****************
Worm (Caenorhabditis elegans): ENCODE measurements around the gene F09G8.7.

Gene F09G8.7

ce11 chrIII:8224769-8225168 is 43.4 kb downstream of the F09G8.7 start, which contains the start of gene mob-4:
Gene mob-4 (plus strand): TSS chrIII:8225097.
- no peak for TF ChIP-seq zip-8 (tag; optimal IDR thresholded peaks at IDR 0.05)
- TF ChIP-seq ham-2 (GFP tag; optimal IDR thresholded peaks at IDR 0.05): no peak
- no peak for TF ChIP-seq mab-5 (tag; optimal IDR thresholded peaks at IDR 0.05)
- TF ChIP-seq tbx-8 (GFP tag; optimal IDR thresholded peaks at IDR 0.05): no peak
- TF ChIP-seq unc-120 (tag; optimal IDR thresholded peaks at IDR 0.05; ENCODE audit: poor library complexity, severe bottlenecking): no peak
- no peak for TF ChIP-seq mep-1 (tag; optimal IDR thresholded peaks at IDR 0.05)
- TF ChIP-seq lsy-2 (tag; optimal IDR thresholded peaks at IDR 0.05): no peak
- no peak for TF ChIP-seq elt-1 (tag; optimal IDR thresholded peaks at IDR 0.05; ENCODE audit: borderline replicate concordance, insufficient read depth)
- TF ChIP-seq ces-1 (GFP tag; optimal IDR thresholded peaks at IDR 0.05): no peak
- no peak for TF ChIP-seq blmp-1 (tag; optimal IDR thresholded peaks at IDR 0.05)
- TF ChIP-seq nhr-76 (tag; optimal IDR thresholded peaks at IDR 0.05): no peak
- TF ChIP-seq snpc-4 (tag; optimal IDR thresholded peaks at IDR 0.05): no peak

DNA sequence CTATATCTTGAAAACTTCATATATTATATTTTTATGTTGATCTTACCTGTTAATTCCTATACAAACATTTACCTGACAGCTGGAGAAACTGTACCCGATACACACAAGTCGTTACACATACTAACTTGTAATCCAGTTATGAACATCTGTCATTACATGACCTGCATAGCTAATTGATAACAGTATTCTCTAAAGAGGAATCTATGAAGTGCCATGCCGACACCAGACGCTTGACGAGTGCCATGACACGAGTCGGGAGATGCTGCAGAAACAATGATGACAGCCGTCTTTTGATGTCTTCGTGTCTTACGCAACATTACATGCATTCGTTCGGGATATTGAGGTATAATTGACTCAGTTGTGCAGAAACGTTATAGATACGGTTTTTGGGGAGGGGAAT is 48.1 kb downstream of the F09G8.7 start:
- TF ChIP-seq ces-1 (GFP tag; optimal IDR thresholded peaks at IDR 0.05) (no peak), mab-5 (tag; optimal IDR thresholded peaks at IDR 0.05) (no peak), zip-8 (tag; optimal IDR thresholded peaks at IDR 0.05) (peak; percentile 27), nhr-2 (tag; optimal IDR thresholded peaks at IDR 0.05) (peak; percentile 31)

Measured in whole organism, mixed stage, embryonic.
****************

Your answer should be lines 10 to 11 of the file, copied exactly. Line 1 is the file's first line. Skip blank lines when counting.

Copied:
- no peak for TF ChIP-seq mep-1 (tag; optimal IDR thresholded peaks at IDR 0.05)
- TF ChIP-seq lsy-2 (tag; optimal IDR thresholded peaks at IDR 0.05): no peak